One of the best things on ESPN's website is the column by the Ombuds(wo)man Le Anne Schreiber. It's her job to call ESPN on all of their crap, not to mention sift through the e-mounds of complaints that the world-wide leader receives every day. She really does a great job and I highly recommend reading the columns.
The latest piece by Schreiber deals with a familiar practice by ESPN: making itself the story. The column points out four recent incidents in which ESPN reporters or personalities drew the spotlight away from the story and onto themselves. Two were courtesy of everyone's favorite reporters who when they report something you know it is false, Ed Werder and Chris Mortensen. Of course Werder was shoved into the spotlight after all of his unnamed sources made T.O. mad and ESPN followed up with an interview between Owens and Stephen A. where Owens told his side of the story about Werder. Mortensen had a falling out with the Raiders when the Raiders denied that one of his reports was true. Shocking. Morty told the AP that he no longer ran his stories by the Raiders for comment. Awesome.
Another issue was also T.O. related. Cris Carter told a couple different ESPN radio shows that he would deal with T.O. by shooting him. Obviously he was just making a point, but also awesome. Carter, after his second time of the day using the same words said that it was a "poor choice of words." You think? At least the NFL doesn't have a problem with gun violence.
Finally, viewers seemed to take issue with the Vitale-Tirico announcer swap. Well, not so much the swap, but the hours ESPN spent promoting their own employees.
I didn't even know about two of these issues, but I'm not surprised at all. This is common practice for ESPN. Whether it is Skip Bayless arguing, Lou Holtz and Mark May spitting and blubbering on about things, or any of these situations above, ESPN doesn't just report stories, it makes or shapes the story. This is a point that is brushed over in Schreiber's piece. While ESPN tilted the spotlight in its direction in these cases, the issue I have is that the guy moving the spotlight has on one of those ESPN fleeces that everyone got with their subscription to the Mag.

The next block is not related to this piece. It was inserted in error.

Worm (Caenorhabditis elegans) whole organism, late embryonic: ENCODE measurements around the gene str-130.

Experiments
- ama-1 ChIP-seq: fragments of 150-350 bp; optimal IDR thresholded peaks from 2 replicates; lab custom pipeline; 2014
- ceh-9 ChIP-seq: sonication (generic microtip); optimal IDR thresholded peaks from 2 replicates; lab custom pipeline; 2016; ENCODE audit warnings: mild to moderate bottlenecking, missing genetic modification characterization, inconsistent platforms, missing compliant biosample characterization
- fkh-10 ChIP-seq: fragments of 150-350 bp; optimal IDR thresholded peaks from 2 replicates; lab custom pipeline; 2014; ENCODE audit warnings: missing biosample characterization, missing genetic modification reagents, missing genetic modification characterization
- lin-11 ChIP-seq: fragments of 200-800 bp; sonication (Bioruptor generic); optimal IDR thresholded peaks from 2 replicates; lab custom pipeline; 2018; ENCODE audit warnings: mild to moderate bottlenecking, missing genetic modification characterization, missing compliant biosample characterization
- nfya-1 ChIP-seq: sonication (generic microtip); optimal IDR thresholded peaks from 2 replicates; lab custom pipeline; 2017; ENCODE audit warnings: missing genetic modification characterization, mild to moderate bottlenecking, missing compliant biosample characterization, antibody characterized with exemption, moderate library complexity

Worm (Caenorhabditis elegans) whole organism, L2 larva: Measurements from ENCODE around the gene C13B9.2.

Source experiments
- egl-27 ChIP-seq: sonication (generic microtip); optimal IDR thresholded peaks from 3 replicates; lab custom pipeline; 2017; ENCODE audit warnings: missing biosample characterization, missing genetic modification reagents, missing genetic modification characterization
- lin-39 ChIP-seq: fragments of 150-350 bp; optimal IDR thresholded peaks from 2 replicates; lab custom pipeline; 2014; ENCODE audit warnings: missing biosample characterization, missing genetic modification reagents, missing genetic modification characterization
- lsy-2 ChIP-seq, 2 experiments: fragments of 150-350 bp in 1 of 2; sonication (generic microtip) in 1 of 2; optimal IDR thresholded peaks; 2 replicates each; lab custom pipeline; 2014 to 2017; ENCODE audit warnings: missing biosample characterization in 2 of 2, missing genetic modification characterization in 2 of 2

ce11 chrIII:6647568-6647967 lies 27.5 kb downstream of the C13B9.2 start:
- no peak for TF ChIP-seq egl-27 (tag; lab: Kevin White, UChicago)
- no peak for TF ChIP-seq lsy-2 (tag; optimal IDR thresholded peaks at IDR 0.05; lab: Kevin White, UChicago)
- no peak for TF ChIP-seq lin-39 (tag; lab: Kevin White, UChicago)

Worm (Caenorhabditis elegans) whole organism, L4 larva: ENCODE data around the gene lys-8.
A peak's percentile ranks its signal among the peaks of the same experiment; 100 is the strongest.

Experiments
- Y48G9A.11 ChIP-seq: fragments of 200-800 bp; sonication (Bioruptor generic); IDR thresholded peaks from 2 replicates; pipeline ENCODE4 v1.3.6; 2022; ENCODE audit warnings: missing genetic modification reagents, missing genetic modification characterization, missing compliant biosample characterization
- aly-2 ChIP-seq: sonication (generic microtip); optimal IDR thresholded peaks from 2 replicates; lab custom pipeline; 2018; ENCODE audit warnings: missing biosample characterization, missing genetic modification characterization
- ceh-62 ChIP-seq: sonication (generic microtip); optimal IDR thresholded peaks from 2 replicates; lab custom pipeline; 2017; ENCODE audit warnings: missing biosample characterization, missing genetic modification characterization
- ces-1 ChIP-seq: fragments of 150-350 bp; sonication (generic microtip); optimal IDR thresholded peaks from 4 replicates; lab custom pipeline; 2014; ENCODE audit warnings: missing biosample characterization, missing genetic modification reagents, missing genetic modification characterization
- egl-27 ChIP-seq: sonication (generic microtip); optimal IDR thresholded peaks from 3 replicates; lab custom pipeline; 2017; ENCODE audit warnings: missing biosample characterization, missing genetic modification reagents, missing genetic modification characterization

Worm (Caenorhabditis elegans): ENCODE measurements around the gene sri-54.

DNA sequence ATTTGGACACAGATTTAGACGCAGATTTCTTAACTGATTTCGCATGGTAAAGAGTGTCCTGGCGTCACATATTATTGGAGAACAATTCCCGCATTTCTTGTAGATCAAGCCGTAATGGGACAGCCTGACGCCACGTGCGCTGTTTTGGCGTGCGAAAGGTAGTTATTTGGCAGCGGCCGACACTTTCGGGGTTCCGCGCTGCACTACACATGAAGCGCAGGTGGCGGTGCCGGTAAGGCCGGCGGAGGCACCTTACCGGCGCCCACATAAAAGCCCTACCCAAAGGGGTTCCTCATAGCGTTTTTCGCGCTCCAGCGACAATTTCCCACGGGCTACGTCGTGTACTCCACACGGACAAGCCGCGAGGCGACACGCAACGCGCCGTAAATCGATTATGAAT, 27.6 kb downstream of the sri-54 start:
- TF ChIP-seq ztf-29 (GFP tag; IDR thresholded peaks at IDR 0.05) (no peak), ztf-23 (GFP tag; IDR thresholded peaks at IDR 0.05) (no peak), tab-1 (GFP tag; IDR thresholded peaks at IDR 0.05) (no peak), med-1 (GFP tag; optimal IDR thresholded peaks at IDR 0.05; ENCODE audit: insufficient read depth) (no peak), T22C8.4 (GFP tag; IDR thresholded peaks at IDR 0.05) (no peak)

I've seen countless stories by ESPN that only give one side, have misleading headlines to pump up hits, or simply beat a played out story to death. Reporters, producers, and executives at ESPN will routinely choose the flash of Dallas locker room gossip over the substance of...well, anything has more substance than that.
On a final note of this latest rant against ESPN, I've seen extensive coverage on the NFL coaching carousel recently. Is it me, or is the coaching talk starting to overwhelm the playoff talk? I want to float an opinion about this media coverage and the shortened tenure of NFL coaches in recent years. I think ESPN, as the driving force of sports media, is at least partially responsible for the short leash on coaches in all sports. Of course many will say that organizations have developed a "win now or else" mentality, and they have, but this is because anytime a coach struggles, ESPN starts the "Is Bob Stoops on the Hot Seat?" story. Just another example of ESPN shaping and choosing the story so they have something interesting to talk about. We'll have to wait and see where the guy with the fleece points the light today.